OVERALL loan quality at American banks is the worst in at least a quarter century, and the quality of loans is deteriorating at the fastest pace ever, according to statistics released this week by the Federal Deposit Insurance Corporation.
The report highlighted that even as the government and major banks have scrambled to deal with the impaired securities the banks own, the institutions have been plagued by an unprecedented volume of old-fashioned loans going bad.
Of the entire book of loans and leases at all banks — totaling $7.7 trillion at the end of March — 7.75 percent were showing some sign of distress, the F.D.I.C. reported. That was up from 6.9 percent at the end of 2008 and from 4.1 percent a year earlier. It also exceeded the previous high of 7.26 percent set in 1990 and 1991, during the last crisis in American banking.
The F.D.I.C. has been collecting the figures since 1984.
Virtually the only encouraging news in the report was that the banks’ loan portfolio might be worsening more slowly than it was. While the increase of 3.65 percentage points in a year is the highest ever, the quarterly rise was smaller than in the fourth quarter of last year.
The figures, as shown in the accompanying charts, include loans that are more than 30 days behind in payments, a category that will include some loans that catch up and become current. But the percentage that are at least 90 days overdue, or on which the bank has stopped accruing interest or written off, is also higher than at any time since 1984.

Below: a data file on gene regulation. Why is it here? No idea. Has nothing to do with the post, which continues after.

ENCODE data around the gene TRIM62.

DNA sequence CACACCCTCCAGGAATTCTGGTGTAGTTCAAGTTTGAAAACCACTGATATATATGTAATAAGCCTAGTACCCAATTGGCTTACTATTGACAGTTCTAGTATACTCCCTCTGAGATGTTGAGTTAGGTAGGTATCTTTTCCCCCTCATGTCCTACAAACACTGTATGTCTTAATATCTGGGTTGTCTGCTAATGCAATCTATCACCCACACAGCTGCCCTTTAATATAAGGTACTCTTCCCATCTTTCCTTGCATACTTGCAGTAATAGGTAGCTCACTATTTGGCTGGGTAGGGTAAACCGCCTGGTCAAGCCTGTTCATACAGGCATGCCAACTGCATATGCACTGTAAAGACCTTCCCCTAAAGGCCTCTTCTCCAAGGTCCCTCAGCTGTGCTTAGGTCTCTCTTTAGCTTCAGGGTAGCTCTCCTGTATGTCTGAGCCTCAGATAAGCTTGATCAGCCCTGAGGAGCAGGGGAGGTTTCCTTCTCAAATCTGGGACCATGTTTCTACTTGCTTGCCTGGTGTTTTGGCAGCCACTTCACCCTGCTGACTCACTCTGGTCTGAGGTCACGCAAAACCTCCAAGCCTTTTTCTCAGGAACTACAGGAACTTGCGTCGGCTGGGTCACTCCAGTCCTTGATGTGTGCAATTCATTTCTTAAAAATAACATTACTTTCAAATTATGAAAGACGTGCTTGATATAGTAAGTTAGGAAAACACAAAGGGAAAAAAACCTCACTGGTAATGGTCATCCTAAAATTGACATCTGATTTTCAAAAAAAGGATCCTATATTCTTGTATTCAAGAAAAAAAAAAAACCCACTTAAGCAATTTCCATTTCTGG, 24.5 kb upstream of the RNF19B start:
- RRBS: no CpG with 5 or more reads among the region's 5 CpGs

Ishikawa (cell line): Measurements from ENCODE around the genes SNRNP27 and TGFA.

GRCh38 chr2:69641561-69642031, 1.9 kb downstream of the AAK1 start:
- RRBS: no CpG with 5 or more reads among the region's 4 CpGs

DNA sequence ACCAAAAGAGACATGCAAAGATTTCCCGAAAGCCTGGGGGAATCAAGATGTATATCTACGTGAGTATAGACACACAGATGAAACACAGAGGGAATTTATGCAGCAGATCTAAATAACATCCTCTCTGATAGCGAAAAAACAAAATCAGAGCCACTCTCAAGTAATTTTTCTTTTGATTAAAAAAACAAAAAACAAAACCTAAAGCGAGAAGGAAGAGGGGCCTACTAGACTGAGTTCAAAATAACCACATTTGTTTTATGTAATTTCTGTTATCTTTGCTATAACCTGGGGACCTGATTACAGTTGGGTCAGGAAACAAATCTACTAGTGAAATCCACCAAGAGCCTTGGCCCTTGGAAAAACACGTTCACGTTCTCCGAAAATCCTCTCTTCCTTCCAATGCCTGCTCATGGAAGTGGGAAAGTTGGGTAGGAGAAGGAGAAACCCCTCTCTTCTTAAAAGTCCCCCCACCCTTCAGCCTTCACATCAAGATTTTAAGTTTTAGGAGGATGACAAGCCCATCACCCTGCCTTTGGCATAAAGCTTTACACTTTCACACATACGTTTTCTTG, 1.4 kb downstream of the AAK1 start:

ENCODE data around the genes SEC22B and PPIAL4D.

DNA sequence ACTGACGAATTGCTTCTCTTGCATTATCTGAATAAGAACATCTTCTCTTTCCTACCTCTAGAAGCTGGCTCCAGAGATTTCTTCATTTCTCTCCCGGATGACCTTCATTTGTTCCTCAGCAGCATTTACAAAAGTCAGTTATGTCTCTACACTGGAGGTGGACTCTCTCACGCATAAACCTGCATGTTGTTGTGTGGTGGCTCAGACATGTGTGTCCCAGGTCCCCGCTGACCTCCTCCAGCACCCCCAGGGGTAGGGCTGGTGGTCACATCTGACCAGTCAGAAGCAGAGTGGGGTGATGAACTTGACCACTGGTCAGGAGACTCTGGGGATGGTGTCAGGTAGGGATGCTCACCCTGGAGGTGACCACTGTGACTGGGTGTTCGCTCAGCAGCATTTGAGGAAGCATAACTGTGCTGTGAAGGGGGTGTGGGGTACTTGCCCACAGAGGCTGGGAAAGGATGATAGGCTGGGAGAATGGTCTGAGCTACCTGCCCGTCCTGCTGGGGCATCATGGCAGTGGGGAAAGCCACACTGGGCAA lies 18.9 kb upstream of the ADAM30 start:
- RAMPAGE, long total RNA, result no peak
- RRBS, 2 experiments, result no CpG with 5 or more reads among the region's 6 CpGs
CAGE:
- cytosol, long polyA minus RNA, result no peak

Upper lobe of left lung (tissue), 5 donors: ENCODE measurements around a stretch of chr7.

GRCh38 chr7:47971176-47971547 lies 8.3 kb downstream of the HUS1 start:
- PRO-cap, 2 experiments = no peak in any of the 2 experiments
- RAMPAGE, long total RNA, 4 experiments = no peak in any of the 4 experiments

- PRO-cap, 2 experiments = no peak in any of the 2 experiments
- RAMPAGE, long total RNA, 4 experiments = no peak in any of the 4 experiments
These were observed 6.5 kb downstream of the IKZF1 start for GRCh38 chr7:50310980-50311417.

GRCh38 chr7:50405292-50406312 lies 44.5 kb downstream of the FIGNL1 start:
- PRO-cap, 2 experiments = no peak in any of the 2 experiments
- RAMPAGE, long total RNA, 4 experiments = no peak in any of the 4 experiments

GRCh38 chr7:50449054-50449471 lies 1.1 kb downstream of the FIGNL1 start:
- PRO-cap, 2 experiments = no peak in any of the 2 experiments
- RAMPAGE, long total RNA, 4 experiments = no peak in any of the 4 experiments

As recently as mid-2006, the proportion of troubled loans was at a historic low, and bank regulators were confident that the institutions were well capitalized and could survive any likely economic downturn. They were wrong, it turned out.
The problems stretch across nearly every category of loan, and every size of bank, although the loan problems appear to be somewhat less severe at smaller banks.
Over all, 8.77 percent of real estate loans are troubled, but some types of such loans are in far worse shape than others. Construction and development loans are in the worst shape, with 17.68 percent of loans troubled, and loans secured by farmland are in the best shape, with only 2.98 percent of such loans reported as having problems.
One area that could get much worse is loans on commercial buildings, including stores and offices. Just 4.01 percent of such loans are troubled, less than half the peak of the early 1990s. A large number of those loans will need to be refinanced in the next few years, however, which could be impossible where real estate values have fallen sharply.
Loans to businesses — called commercial and industrial loans — also appear to be doing better than they did in the early 1990s. That could reflect the fact that many such loans are no longer on bank balance sheets, having been sold into the securitization market. Some analysts also fear a wave of defaults on these loans.
The rising stress for some consumers is shown by the fact that banks are taking charge-offs for bad debt at an annual rate of 7.79 percent, and that about one in seven of such loans is classified as troubled.
The F.D.I.C. reports that two-thirds of the banks that paid dividends in 2008 either reduced or eliminated their dividends in the first quarter of this year, a sign of the stress being felt even by banks that have raised new capital. Until the tide of bad loans begins to ebb, banks may be hesitant to take on much additional risk by making new loans to risky borrowers.
Floyd Norris’s blog on finance and economics is at nytimes.com/norris.
By FLOYD NORRIS
Published: May 29, 2009
Source: The New York Times